Easy, yes? Now try this one, say the color, not the word:
Did you go notice the lag? It's one of the exercises used to assess your "brain age."
My brain has aged quite a bit over the last few weeks of studying here Plymouth. I've living on only a few hours of sleep, and after staring at the computer screen for hours on end and learning new programs, the whole world begins to look like John Sadowski's photo BEFORE you move the mouse over the image!
"It all began with an idea Frank Warren had for a community art project. He began handing out postcards to strangers and leaving them in public places -- asking people to write down a secret they had never told anyone and mail it to him, anonymously."
It's that time of year in this city Somewhere in Asia when we need the monsoon rains like the fish need water; all of Nature is longing in wait for the sky to open up its dark clouds after such a long, dry season of sun.
We all drink much more than we eat. We drink from gallon jugs all sorts of elixirs: warm water, cold water, watermelon juice, lime juice - with honey, and without- iced coffee, and iced tea. No matter how much we drink, it's never enough.
Send the rains, Mother Earth, Pachamama, the Buddha, Krishna, Allah, Yaweh, and Shiva.
Above my classroom whiteboard in colored letters, the quote “Be the change you wish to see in the world” by Gandhi spans the wall. The letters, cut out of construction paper, are six inches high, and laminated. Lately, though, I haven’t been thinking much about changing the world. I’ve been thinking about research papers, grading, my master's thesis, and the end-of-the-school-year wrap-up.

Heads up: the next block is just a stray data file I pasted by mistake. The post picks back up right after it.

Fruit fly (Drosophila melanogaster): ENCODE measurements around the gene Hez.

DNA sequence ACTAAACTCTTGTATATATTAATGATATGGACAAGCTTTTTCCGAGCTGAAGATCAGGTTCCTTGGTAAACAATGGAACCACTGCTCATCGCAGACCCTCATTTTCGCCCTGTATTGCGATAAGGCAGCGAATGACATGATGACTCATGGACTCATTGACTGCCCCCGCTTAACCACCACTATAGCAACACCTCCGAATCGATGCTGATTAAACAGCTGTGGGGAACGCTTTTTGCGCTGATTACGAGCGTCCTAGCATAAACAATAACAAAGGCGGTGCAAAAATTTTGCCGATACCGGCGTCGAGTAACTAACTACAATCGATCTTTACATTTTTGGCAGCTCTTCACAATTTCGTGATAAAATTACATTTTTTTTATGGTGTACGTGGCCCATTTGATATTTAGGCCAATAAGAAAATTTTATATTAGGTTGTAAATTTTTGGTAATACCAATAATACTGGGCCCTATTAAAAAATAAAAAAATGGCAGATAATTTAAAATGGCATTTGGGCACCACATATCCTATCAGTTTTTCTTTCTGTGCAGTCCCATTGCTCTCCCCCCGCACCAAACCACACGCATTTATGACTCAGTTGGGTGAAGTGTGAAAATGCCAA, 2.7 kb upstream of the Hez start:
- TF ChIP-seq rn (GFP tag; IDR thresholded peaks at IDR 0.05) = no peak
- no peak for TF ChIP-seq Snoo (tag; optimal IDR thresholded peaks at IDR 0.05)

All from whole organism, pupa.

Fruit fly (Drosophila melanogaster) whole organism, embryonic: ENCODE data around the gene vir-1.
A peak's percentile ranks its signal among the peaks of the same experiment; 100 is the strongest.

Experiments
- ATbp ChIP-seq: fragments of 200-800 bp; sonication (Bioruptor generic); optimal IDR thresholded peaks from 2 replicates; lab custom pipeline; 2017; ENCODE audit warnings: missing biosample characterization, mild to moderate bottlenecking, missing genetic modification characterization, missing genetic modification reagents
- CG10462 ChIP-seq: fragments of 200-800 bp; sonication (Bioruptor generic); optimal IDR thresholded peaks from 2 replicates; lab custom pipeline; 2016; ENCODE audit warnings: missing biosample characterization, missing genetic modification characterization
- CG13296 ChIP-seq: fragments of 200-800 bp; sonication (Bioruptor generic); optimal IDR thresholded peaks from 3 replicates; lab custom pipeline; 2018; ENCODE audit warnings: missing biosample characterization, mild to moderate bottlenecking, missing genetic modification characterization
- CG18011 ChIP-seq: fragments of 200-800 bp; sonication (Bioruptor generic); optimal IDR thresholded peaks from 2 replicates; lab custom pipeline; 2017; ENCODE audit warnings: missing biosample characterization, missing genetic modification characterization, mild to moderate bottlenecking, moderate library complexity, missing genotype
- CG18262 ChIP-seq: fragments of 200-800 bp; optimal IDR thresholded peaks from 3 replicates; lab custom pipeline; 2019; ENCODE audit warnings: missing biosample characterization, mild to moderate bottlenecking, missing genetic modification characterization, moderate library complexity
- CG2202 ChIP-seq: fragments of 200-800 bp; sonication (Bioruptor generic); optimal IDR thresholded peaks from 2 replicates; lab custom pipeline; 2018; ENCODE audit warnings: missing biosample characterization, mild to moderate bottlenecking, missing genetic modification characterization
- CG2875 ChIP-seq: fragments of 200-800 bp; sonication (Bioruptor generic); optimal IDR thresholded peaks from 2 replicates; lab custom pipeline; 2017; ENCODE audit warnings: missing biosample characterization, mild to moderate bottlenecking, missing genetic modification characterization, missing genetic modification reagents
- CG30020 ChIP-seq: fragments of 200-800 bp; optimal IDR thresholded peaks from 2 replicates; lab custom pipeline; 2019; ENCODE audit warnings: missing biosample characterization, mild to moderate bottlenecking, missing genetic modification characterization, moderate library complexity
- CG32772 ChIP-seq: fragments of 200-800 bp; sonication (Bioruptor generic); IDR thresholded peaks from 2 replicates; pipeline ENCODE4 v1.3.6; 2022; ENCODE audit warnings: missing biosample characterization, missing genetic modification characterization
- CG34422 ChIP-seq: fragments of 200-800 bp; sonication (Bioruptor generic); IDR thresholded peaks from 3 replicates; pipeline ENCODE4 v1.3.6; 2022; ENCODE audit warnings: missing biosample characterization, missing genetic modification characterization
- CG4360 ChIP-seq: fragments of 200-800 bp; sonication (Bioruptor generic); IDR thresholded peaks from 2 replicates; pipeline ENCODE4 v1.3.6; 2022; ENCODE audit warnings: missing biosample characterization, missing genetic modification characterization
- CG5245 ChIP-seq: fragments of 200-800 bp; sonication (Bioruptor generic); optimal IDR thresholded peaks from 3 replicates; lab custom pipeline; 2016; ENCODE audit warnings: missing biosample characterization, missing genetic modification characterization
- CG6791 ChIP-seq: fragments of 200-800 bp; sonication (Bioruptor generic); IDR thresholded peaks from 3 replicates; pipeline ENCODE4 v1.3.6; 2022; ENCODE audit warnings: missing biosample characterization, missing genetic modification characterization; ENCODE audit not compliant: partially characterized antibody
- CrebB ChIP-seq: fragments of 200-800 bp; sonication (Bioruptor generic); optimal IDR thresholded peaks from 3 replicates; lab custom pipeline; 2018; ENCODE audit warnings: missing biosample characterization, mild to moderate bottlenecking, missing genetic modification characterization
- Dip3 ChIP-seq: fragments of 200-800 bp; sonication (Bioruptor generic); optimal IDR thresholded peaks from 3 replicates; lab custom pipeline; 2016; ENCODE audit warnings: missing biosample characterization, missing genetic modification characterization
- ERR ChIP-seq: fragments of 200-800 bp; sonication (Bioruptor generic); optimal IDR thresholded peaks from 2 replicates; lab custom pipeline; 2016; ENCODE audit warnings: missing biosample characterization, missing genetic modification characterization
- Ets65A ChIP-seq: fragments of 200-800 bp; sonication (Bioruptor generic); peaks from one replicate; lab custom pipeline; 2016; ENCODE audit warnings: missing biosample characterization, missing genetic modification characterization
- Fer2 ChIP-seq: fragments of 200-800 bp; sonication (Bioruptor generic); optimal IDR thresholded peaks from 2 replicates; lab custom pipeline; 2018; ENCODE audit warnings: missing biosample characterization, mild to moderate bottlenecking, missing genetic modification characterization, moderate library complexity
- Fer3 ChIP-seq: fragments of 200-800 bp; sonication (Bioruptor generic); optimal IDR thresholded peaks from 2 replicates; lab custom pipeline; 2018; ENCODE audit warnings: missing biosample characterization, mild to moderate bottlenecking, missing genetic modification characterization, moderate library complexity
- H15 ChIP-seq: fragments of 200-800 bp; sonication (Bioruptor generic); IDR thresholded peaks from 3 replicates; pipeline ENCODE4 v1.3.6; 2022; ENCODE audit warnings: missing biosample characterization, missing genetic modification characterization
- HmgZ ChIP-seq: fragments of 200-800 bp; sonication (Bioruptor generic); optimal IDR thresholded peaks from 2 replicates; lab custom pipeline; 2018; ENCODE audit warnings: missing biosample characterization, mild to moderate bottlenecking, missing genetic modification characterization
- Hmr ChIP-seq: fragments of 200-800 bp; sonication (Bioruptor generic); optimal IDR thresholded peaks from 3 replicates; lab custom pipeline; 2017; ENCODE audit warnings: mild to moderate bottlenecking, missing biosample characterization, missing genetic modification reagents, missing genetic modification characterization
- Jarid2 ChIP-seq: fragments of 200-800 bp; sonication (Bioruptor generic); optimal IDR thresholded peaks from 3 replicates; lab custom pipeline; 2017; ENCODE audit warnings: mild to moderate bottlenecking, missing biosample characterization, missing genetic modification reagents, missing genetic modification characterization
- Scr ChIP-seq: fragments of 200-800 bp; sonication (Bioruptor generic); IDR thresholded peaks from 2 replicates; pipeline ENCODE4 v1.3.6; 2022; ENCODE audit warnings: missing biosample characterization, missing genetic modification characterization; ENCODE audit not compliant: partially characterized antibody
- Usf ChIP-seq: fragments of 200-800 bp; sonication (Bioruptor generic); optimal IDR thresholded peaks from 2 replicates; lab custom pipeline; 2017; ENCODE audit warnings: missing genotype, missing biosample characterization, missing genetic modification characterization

Not until last night, with the oppressive heat keeping so many of us in this country up until the wee hours of the night (and longing for the monsoon rains to begin), was I so deeply touched by a story that proved that living by this motto one can, indeed, make radical change possible. All it takes is a dream, a bit of integrity, compassion, and a deep love for all people. Photographer Zana Briski, director of Born into Brothelsand founder of Kids with Cameras is my latest hero.
On the picture are "women and crosses and coffins on a beach in Santa Monica", a few days ago. Do pay attention to the little figure on the bottom right side to have a better perspective of this performance. via new-art.blogspot, via moonriver
Everytime I visit Moon River, I’m blown away by the images (like this one, a 2003 Lithograph on BFK Rives watercolour paper) that I find.
South African artist Berni Searle could have entitled this series “Jump” or “Suicide” “Just after the Push” or “The Fall.” But no. Instead, she named it “Waiting”.
Why this title? Is the figure waiting to hit the water? Had he/she been waiting too long for someone, and decided to tie a large rock around the neck and jump into the ocean? Or is it a river? The Nile, perhaps? Does he/she like this fall, or hate it? Has he/she been pushed or thrown? Or, is the figure even FALLING?
The more I look at this image, the more I think it has a narrative: a before and an after.
Who do YOU think this person is? Why is he/she falling? And how does the title connect to the image?
The Eve of Chinese New Year we all met at the city's largest Chinese temple to burn paper money (which, in return, gets sent back to us by the gods, if we have good luck), follow the dragon dancers, and search for some good Chinese food.